Visual Studio 2017 with an Embedded Linux Arm Device

This is a non-sponsored guest post written by Marc Goodner: Principal Program Manager, Microsoft, and Jeremias Cordoba: Innovation Engineer, Toradex. Today many embedded devices run some flavor of Linux as their primary operating system. This poses a challenge to developers who run Windows on their development machine. This article explains a new way to use the latest Visual Studio for C++ development on an embedded Arm Devices from a Windows Host PC using containers for the build environment. The device we are deploying to is from the Toradex Colibri Family of System on Modules using the NXP i.MX 6ULL SoC, which features an Arm Cortex A-7. As a demo project we will connect a Bluetooth Sensor with the Toradex Colibri Module. Please note that Visual Studio support for this case is in an early state, you will see improvements from Microsoft and Toradex in the coming months. Prerequisites Colibri i.MX 6ULL with Wi-Fi/BT and an Aster Carrier Board TI SensorTag (Bluetooth low energy) …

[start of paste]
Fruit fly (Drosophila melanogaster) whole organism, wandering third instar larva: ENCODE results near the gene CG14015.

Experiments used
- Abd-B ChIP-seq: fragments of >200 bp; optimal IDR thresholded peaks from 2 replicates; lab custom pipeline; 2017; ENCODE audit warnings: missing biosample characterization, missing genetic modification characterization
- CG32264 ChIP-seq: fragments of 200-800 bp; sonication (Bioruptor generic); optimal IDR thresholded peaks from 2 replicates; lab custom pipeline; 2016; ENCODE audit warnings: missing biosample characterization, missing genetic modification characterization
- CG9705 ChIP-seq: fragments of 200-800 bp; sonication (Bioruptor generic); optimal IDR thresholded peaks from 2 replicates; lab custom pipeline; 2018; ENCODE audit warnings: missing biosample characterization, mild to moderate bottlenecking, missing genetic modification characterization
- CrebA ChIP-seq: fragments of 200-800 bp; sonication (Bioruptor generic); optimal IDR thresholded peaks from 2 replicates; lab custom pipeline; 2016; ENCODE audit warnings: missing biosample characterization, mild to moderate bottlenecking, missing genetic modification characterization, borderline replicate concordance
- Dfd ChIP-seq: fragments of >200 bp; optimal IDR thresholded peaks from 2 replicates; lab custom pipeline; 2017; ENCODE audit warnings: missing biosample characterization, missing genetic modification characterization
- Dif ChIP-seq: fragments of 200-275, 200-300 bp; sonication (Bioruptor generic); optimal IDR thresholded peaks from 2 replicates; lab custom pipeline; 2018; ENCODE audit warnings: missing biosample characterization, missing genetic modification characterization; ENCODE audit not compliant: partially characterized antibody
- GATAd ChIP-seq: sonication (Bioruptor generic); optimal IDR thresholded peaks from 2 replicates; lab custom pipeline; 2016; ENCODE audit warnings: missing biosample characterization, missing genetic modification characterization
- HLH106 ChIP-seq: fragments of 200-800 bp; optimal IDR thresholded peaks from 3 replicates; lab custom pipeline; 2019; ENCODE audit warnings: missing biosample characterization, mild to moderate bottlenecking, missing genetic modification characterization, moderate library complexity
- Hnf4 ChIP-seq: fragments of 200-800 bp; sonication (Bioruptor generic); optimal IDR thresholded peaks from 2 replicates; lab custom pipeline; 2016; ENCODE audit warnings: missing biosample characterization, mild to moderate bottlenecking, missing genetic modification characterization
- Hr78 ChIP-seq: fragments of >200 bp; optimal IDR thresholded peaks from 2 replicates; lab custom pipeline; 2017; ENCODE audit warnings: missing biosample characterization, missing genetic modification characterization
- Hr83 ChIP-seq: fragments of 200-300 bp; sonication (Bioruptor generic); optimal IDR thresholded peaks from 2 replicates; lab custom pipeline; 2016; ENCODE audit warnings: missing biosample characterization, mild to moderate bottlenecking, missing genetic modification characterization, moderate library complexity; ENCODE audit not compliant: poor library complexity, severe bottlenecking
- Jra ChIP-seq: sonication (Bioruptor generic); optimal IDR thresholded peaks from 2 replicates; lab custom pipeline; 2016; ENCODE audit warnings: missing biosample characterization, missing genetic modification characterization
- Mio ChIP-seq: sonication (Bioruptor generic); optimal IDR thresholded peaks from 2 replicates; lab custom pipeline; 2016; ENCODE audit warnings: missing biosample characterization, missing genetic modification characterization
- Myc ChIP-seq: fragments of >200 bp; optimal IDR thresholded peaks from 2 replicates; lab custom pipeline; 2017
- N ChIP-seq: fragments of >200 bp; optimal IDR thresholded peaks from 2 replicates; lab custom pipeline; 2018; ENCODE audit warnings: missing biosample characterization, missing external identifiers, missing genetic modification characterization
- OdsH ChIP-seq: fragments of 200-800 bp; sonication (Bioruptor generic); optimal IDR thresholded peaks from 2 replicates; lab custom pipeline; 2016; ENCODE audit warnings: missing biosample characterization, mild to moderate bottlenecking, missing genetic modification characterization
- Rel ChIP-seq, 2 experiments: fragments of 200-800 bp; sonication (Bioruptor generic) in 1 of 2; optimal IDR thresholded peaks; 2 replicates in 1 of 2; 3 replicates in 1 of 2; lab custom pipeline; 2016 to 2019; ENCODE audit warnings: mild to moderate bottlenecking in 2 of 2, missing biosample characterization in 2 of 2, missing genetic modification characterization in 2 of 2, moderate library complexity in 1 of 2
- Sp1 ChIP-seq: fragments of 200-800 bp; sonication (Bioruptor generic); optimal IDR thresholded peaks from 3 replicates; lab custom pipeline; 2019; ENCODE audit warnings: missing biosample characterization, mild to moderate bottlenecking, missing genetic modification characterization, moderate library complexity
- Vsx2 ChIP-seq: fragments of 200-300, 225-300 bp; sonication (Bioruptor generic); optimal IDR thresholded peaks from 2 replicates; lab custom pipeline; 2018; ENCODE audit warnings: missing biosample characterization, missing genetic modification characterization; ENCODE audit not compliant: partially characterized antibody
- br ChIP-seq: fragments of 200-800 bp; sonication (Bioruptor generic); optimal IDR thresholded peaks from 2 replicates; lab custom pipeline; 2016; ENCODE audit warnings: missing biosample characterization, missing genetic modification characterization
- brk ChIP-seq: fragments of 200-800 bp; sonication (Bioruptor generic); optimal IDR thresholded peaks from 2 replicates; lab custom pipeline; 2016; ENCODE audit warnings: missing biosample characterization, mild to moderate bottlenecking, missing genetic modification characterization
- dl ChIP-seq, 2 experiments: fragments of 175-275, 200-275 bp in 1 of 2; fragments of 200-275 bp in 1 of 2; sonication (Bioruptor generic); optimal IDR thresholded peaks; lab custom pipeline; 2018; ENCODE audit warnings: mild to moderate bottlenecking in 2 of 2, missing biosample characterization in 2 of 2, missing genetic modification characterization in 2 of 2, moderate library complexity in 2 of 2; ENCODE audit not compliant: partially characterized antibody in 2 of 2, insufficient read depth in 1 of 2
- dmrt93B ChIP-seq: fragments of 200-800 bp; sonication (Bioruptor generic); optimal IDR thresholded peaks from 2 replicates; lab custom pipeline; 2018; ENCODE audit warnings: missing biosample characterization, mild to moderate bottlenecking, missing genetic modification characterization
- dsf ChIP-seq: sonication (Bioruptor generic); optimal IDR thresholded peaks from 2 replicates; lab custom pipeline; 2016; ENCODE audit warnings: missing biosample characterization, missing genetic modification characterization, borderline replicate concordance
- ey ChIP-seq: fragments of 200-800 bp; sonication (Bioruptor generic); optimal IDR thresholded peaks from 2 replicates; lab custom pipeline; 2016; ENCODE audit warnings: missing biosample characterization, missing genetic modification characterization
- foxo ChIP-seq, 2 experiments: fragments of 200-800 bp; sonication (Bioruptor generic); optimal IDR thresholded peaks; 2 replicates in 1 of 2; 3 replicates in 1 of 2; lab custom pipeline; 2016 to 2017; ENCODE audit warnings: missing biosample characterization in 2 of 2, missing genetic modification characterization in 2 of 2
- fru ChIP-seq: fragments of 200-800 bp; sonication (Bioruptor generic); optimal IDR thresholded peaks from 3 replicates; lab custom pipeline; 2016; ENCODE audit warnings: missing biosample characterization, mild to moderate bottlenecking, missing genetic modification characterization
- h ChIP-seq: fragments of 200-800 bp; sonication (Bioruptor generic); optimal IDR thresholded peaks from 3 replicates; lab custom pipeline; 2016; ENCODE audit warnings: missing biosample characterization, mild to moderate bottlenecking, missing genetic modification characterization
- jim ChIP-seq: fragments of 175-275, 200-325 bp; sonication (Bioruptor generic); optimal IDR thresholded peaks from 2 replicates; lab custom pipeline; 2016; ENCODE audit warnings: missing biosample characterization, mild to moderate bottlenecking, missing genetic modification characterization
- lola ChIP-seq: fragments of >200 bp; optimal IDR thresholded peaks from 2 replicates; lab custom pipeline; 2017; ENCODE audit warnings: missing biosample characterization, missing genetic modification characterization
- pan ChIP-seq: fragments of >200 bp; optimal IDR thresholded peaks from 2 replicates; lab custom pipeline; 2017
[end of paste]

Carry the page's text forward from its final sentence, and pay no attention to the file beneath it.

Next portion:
Optimizing JPEG Transformations on Qualcomm Centriq Arm Servers with NEON Instructions

Arm servers are already deployed in some datacenters, but they are pretty new compared to their Intel counterparts, so at this stage software may not always be optimized as well on Arm as on Intel. Vlad Krasnow working for Cloudflare found  one of those unoptimized cases when testing out Jpegtran – a utility performing lossless transformation of JPEG files – on one of their Xeon Silver 4116 Server:

and comparing it to one based on Qualcomm Centriq 2400 Arm SoC:

Nearly four times slower on a single core. Not so good, as the company aims for at least 50% of the performance since the Arm processor has double the number of cores. Vlad did some optimization on The Intel processor using SSE instructions before, so he decided to look into optimization the Arm code with NEON instructions instead. First step was to check which functions may slowdown the process the most using perf:

encode_mcu_AC_refine and encode_mcu_AC_first are …